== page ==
My friend turned to me incredulously as we rushed out. "Now she is really going to think you killed someone. Why did you say that?!"

"I don't know!" I cried. "I don't know why I say most of the things I do!"

"Well, look at it this way: now the cops will show up and you can point them in the right direction."

The cops never showed up, so this girl is an asshole too. She missed her chance at being a decent human being SO I'M NOT ALONE. It did make me think though and realize that: 1. I can never go back into that Blockbuster again, and 2. I needed to grow the fuck up and stop being a whiny little girl.

Sometimes during this challenge I have moments of unexpected greatness. I've blown myself away (in a really humble fashion) with how I've handled this trial. More often, however, I'm a drunk midget and I don't want to be a drunk midget any longer. I want to fill those big girl shoes and work it. It's as simple as JUST DOING IT and setting my can of mace down for awhile.

This post is filled with many analogies and even a Nike slogan, so I know it's confusing. My point is: figure out the kind of person that you are and own it. Make mistakes, but learn from them. Never, ever allude to murdering someone because people don't forget that shit and I'm probably going to get arrested.

Most of all, tell your husband that he is right. Because he is. This time.

Sunday, November 6, 2011


My Mom called me this afternoon and asked if she could interview me for class. "It's a piece on welfare abuse. Could I ask you a few questions?" I was honestly flattered she wanted to interview me, and since I was spending my day in one of Brett's old work shirts, drinking coffee and youtubing cat and baby videos, I was grateful for a bit of brain stimulation. "I think I can make some time this afternoon." I said carefully, because I never like to make myself appear too available. "Or in 5 minutes. Whatever you prefer."

My Mom sighed deeply. "I'll call you in 5 minutes."

I stretched my legs, refilled my cup and 5 minutes later my phone rang. I didn't answer because I was still putting sugar in my coffee. My phone rang again and I picked it up and sang out a long 'hellooooooooo!' She wasn't pleased.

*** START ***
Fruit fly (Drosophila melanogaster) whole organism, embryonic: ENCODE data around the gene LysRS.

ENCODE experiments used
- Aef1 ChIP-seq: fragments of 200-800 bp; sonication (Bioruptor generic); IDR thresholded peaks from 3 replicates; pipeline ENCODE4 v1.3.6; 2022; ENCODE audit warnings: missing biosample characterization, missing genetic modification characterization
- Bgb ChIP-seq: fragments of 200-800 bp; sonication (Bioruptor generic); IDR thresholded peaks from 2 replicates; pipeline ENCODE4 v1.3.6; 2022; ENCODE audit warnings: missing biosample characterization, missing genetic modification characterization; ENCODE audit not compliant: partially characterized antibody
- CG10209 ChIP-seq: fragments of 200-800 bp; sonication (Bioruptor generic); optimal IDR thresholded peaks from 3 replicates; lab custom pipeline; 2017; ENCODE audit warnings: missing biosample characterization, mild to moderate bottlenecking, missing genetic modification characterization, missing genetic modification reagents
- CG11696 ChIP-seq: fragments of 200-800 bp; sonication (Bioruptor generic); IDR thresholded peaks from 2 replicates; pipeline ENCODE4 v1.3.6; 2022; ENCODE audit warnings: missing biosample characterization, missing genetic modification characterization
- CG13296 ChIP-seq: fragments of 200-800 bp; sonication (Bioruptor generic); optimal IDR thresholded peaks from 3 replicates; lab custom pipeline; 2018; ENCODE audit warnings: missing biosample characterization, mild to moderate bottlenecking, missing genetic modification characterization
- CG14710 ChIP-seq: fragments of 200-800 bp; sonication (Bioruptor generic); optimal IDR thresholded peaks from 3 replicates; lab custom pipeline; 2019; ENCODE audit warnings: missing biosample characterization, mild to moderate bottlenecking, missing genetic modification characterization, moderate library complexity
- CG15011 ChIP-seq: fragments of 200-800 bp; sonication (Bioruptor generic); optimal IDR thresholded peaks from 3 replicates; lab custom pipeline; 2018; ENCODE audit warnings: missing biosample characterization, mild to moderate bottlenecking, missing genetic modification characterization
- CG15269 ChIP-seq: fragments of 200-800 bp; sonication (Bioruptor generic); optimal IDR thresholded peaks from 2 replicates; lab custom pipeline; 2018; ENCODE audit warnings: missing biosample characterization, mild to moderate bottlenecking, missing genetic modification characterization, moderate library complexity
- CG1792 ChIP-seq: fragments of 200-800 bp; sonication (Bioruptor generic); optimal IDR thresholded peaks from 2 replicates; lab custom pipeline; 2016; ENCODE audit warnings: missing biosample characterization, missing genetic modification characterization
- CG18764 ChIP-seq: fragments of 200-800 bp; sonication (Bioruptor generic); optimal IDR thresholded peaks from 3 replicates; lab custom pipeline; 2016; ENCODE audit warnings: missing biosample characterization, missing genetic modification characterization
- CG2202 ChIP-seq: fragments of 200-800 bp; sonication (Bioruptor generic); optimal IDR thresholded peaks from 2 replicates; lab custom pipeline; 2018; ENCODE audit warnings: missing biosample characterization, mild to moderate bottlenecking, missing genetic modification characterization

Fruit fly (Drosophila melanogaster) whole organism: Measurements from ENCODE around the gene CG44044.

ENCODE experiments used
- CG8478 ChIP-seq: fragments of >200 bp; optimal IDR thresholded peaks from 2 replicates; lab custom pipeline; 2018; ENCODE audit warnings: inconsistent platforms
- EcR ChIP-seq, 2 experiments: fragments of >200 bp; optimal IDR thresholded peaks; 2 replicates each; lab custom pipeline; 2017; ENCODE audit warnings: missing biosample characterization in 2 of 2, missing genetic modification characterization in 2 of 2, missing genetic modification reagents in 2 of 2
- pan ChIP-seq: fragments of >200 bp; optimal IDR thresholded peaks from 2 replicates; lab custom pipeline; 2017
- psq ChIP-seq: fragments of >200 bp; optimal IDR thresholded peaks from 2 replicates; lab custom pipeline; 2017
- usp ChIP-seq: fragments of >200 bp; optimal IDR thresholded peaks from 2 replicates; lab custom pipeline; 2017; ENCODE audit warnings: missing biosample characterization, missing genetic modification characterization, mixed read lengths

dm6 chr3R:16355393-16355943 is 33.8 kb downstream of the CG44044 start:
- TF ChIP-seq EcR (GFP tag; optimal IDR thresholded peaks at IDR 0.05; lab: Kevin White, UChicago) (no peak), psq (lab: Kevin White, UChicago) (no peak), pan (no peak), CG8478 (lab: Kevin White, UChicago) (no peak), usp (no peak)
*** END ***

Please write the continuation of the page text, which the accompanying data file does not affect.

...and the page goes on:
"Where in the hell did you go in 5 minutes?"

It was my turn to sigh as I licked a crust of sugar off the end of my mug. "Mom. I am a very busy and important person. I can't tell you where I was. It's top secret."

"You're a jerk."

"Well, I'm feeling like you are not being a very professional interviewer right now."

"Melissa Beth!" she cried, exasperated. "Ok, fine. Interview starts now."


"Mom? Are you going to ask me any questions?"

"What do you think I should ask? I don't know how to interview people. I'm a nursing student. You're the writer. Just come up with some questions and then answer them for me. Let me grab a pen..."

"Soooo, you want me to interview myself?"

"You've never had a problem talking before."

"Wow. I'm really surprised CNN hasn't hired you to be a hard hitting journalist. Your skills are amazing."


I took a long pause, slurping my coffee into the phone as I pondered her question. Finally, choosing my words carefully, I offered: "It's bad."

She declared the interview was over.

Before you think I am a total and heartless bitch, I actually love my Mom very much and we laughed about the "interview" on the phone for a long time. We're barely 19 years apart, and I know that the way we interact is hard for some people to wrap their minds around. The first time I brought Brett home he looked on in wide eyed- horror as my Mom and I traded zings across the table. In my family, calling someone "a little shit" is a way of saying you really, really love someone. Cooking my family a big dinner one night I dropped a pan on the floor, badly burning it. My Mom has not fixed the burn, instead fondly pointing to it and calling it the time "Melissa ruined everything." Fuck the pictures of me on the walls. That's my real mark.